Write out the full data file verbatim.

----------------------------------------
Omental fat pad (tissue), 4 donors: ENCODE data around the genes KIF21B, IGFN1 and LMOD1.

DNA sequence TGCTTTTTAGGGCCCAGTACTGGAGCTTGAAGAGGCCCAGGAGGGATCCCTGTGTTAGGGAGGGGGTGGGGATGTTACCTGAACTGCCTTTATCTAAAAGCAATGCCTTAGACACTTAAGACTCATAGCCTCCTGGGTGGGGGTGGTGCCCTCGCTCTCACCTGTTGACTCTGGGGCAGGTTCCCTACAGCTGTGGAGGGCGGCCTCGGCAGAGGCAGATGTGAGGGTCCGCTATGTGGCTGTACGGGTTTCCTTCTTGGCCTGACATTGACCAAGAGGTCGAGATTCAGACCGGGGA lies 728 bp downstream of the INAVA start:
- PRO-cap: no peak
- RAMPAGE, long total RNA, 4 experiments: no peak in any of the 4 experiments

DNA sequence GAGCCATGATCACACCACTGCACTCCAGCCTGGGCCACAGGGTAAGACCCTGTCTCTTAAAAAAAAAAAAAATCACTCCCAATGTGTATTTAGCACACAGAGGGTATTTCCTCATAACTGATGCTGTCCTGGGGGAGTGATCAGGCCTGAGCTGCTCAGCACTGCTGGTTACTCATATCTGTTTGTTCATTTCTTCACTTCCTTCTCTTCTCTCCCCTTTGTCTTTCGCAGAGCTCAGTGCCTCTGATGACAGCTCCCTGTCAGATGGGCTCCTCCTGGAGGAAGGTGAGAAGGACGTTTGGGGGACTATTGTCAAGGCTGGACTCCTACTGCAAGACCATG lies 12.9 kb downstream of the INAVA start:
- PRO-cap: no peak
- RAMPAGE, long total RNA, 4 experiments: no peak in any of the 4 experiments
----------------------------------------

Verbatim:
Omental fat pad (tissue), 4 donors: ENCODE data around the genes KIF21B, IGFN1 and LMOD1.

DNA sequence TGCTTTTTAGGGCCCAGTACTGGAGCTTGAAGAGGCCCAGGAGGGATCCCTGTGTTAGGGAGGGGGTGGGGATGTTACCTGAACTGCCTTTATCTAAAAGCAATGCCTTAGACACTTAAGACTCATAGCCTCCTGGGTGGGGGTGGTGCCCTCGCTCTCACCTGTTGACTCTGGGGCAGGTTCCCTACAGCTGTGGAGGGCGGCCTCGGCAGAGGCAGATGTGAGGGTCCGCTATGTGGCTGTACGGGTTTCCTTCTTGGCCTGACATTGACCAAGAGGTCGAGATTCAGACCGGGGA lies 728 bp downstream of the INAVA start:
- PRO-cap: no peak
- RAMPAGE, long total RNA, 4 experiments: no peak in any of the 4 experiments

DNA sequence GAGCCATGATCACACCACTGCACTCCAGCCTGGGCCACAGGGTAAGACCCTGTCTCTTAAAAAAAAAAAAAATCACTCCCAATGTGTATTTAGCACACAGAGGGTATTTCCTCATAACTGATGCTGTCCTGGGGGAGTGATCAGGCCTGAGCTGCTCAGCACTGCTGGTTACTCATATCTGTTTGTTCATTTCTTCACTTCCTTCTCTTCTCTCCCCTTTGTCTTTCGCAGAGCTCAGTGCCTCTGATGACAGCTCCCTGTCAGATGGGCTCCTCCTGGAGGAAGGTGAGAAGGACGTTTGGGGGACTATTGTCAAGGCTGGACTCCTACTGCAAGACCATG lies 12.9 kb downstream of the INAVA start:
- PRO-cap: no peak
- RAMPAGE, long total RNA, 4 experiments: no peak in any of the 4 experiments